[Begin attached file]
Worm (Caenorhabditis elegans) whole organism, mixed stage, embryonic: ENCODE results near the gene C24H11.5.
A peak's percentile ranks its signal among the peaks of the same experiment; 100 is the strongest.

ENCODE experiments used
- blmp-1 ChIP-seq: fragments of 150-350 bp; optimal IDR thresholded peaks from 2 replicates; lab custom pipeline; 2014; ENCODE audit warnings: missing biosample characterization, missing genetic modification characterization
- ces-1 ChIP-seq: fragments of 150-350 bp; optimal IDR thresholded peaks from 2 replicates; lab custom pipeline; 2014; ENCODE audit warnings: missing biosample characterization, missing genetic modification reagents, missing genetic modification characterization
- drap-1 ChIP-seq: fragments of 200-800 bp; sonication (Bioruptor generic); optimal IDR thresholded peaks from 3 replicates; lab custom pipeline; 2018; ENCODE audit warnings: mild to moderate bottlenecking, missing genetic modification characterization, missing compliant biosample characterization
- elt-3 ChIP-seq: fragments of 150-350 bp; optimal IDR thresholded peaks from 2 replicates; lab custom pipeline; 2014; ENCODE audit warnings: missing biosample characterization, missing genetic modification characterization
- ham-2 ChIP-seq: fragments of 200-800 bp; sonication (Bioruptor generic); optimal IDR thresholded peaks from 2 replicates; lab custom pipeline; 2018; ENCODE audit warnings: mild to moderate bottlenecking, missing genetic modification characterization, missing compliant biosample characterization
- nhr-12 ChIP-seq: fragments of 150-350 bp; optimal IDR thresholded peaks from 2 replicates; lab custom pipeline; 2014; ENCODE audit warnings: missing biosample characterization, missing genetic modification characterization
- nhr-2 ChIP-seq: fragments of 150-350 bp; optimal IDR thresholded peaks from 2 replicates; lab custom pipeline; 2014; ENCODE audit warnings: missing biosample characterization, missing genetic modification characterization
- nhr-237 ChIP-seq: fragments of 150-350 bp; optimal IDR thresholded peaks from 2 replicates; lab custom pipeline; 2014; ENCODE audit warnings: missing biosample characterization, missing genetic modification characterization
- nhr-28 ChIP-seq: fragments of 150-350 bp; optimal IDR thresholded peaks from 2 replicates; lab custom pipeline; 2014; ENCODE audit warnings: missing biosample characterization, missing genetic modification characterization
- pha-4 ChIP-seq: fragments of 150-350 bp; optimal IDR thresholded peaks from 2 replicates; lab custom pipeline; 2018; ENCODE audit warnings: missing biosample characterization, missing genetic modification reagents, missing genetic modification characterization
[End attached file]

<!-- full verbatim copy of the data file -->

Worm (Caenorhabditis elegans) whole organism, mixed stage, embryonic: ENCODE results near the gene C24H11.5.
A peak's percentile ranks its signal among the peaks of the same experiment; 100 is the strongest.

ENCODE experiments used
- blmp-1 ChIP-seq: fragments of 150-350 bp; optimal IDR thresholded peaks from 2 replicates; lab custom pipeline; 2014; ENCODE audit warnings: missing biosample characterization, missing genetic modification characterization
- ces-1 ChIP-seq: fragments of 150-350 bp; optimal IDR thresholded peaks from 2 replicates; lab custom pipeline; 2014; ENCODE audit warnings: missing biosample characterization, missing genetic modification reagents, missing genetic modification characterization
- drap-1 ChIP-seq: fragments of 200-800 bp; sonication (Bioruptor generic); optimal IDR thresholded peaks from 3 replicates; lab custom pipeline; 2018; ENCODE audit warnings: mild to moderate bottlenecking, missing genetic modification characterization, missing compliant biosample characterization
- elt-3 ChIP-seq: fragments of 150-350 bp; optimal IDR thresholded peaks from 2 replicates; lab custom pipeline; 2014; ENCODE audit warnings: missing biosample characterization, missing genetic modification characterization
- ham-2 ChIP-seq: fragments of 200-800 bp; sonication (Bioruptor generic); optimal IDR thresholded peaks from 2 replicates; lab custom pipeline; 2018; ENCODE audit warnings: mild to moderate bottlenecking, missing genetic modification characterization, missing compliant biosample characterization
- nhr-12 ChIP-seq: fragments of 150-350 bp; optimal IDR thresholded peaks from 2 replicates; lab custom pipeline; 2014; ENCODE audit warnings: missing biosample characterization, missing genetic modification characterization
- nhr-2 ChIP-seq: fragments of 150-350 bp; optimal IDR thresholded peaks from 2 replicates; lab custom pipeline; 2014; ENCODE audit warnings: missing biosample characterization, missing genetic modification characterization
- nhr-237 ChIP-seq: fragments of 150-350 bp; optimal IDR thresholded peaks from 2 replicates; lab custom pipeline; 2014; ENCODE audit warnings: missing biosample characterization, missing genetic modification characterization
- nhr-28 ChIP-seq: fragments of 150-350 bp; optimal IDR thresholded peaks from 2 replicates; lab custom pipeline; 2014; ENCODE audit warnings: missing biosample characterization, missing genetic modification characterization
- pha-4 ChIP-seq: fragments of 150-350 bp; optimal IDR thresholded peaks from 2 replicates; lab custom pipeline; 2018; ENCODE audit warnings: missing biosample characterization, missing genetic modification reagents, missing genetic modification characterization